Sustainable building solutions with new generation autoclaved aerated concrete panel applications
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Sustainable building solutions with new generation autoclaved aerated concrete panel applications

Views: 172     Author: Site Editor     Publish Time: 2020-10-14      Origin: Site Inquire


Until now, autoclaved aerated concrete (AAC) was widely used in the construction industry mainly as a relatively simple (commodity) wall building material. The need and regulatory pressure for green, energy neutral buildings for residential housing and nonresidential constructions is becoming stronger every day. Consequently, we must challenge our construction designs and way of building to deal with increasing regulations, climatic and seismic conditions around world's geographical areas. This article presents new generation panel construction methods and a realized case study for a passive residential housing project designed with mid‐size modular AAC panels. The role and importance of this building method, applied with light‐ and heavy‐reinforcement panels, is also highlighted. The structural AAC panel design will be complemented and finished with autoclaved lightweight concrete (ALC) blocks, drywall sheets, and AAC partition panels. This partnership of building materials with installation integration at early stage of the construction process results in excellent insulation, efficient building, and supports HVAC.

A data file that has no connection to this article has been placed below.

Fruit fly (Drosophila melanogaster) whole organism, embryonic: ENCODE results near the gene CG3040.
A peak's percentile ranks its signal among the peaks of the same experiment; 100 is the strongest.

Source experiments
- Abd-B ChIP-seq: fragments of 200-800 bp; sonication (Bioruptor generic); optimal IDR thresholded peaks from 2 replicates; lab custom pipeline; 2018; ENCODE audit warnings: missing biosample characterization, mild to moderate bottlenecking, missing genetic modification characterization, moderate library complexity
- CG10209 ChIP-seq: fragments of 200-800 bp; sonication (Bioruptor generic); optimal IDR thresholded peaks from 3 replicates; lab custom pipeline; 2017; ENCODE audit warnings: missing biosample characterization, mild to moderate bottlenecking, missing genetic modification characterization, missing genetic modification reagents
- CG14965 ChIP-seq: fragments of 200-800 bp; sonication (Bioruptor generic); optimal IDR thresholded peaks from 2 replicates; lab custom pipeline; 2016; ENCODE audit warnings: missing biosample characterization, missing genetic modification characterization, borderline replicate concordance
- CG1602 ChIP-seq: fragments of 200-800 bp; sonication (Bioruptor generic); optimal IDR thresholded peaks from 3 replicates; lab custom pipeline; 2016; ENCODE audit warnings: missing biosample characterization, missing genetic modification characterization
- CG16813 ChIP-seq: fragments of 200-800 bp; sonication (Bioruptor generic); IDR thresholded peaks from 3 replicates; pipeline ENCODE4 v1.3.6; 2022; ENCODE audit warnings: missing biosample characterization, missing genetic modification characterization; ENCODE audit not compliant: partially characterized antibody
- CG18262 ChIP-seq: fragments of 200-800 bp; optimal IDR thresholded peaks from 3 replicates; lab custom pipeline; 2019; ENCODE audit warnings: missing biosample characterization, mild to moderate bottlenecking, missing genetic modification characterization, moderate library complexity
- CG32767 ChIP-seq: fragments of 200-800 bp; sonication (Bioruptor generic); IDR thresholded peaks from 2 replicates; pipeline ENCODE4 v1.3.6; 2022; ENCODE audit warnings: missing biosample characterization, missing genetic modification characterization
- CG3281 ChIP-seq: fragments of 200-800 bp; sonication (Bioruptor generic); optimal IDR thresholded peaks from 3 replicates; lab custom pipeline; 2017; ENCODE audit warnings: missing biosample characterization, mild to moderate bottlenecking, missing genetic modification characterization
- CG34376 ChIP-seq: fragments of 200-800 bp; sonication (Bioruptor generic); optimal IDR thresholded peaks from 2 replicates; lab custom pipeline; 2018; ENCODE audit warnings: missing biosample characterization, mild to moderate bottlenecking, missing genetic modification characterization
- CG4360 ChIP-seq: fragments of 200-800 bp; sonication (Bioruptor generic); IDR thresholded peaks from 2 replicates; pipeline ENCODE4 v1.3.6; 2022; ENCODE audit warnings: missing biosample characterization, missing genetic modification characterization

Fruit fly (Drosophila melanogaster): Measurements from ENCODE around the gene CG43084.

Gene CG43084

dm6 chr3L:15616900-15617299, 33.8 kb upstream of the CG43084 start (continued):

Table of Content

  1. Introduction

    1. What exactly makes a building "green" or sustainable

  2. Transitions in the building market

  3. Energy neutral building and design

    1. the most logical approach

  4. Integration of building materials

    1. Prefabricated walls

    2. Innovationg the traditional AAC market with new system applications

  5. Lego-Izing the construction: a new concept of modular building

    1. Building information modelling as a supporting tool

    2. Mid-size AAC panels used as Lego-ized construction

  6. A dutch case study of sustainable housing designs

    1. Example 1. Fully energy neutral construction: A "Farm House" in the Netherlands

    2. Example 2. Energy efficient construction: A "Residential House" in the Netherlands

    3. Example 3. Energy efficient construction: A "Residential House" in the Netherlands

  7. Conclusions


The discussion topic of "Sustainable building solutions" or "Green building" is gaining more and more traction and importance in many countries through all layers of the society. It is not anymore a trend spoken of in developed building markets like Europe, USA, and Japan, but sustainable building has become a necessity on a global scale with countries like China, Argentina, Mexico, South Africa actively pursuing to build "greener" supported by regulatory changes to the local construction standards.